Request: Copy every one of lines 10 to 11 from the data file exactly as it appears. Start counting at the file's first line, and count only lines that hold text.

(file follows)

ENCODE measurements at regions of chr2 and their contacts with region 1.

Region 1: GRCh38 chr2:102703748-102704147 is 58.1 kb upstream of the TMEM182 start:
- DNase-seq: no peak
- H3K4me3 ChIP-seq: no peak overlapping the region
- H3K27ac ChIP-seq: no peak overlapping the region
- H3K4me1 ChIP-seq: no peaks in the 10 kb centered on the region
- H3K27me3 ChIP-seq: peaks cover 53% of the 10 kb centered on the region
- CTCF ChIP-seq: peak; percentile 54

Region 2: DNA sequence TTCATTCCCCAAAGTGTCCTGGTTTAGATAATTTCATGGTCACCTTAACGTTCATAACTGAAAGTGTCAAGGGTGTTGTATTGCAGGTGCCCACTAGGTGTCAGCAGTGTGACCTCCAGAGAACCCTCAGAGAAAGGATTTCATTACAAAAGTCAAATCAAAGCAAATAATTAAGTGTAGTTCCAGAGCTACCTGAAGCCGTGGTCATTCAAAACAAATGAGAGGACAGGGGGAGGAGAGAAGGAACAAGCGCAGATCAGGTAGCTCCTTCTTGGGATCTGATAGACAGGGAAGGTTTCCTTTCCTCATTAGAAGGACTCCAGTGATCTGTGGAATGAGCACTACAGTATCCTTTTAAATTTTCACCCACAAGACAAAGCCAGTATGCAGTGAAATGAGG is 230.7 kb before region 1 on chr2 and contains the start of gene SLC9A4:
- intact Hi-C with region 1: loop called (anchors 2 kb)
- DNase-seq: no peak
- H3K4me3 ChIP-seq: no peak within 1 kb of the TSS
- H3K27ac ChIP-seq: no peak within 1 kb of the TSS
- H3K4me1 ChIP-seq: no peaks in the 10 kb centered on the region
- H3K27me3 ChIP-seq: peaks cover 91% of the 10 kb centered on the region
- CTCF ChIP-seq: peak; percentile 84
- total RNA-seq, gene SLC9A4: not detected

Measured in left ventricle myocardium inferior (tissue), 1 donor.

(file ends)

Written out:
- intact Hi-C with region 1: loop called (anchors 2 kb)
- DNase-seq: no peak